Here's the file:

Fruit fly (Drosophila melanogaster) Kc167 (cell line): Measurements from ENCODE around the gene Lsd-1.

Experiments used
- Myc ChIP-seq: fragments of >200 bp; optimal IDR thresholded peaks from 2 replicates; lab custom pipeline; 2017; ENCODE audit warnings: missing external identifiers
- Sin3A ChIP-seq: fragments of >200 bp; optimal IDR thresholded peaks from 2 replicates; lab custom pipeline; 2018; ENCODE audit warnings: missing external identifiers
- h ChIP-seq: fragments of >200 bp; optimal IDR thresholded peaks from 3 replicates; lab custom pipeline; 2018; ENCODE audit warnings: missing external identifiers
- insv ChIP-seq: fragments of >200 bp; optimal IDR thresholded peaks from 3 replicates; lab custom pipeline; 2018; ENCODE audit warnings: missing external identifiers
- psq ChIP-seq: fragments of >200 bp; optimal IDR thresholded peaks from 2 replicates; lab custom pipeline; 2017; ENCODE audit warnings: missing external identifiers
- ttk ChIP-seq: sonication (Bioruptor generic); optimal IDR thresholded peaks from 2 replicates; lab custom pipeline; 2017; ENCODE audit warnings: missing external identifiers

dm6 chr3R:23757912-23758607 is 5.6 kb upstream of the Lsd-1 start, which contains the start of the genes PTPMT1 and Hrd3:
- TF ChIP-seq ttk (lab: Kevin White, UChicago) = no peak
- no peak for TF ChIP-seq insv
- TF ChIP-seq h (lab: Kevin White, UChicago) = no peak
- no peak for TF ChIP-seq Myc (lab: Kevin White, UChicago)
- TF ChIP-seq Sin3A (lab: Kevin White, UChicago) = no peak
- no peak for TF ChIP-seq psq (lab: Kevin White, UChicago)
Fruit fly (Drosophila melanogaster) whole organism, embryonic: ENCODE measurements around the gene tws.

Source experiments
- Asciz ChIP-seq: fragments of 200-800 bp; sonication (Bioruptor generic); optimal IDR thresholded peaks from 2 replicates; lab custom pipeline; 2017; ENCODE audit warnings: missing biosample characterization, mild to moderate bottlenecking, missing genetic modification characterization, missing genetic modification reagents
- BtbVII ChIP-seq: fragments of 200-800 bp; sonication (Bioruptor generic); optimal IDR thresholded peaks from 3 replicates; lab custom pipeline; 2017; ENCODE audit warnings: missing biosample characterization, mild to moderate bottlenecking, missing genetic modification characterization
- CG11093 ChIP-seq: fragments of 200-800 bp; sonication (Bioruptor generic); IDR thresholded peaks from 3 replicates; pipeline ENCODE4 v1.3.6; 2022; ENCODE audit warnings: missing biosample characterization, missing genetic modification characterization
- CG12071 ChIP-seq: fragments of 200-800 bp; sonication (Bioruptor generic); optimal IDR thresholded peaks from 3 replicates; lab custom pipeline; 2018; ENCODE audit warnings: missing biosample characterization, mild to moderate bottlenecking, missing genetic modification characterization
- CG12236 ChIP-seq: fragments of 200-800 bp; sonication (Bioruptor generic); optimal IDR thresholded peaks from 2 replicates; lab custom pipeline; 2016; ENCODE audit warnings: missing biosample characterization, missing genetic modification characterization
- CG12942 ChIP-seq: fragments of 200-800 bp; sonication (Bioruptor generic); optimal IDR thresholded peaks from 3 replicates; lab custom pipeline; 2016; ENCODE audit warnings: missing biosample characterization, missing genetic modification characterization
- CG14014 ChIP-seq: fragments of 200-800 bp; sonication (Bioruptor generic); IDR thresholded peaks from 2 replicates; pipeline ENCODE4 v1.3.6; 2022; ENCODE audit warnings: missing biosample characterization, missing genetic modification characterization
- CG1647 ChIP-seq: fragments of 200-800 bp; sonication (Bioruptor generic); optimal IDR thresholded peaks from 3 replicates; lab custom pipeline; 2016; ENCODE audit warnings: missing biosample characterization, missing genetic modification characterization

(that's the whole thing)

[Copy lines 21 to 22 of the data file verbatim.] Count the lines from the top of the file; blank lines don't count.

- CG12071 ChIP-seq: fragments of 200-800 bp; sonication (Bioruptor generic); optimal IDR thresholded peaks from 3 replicates; lab custom pipeline; 2018; ENCODE audit warnings: missing biosample characterization, mild to moderate bottlenecking, missing genetic modification characterization
- CG12236 ChIP-seq: fragments of 200-800 bp; sonication (Bioruptor generic); optimal IDR thresholded peaks from 2 replicates; lab custom pipeline; 2016; ENCODE audit warnings: missing biosample characterization, missing genetic modification characterization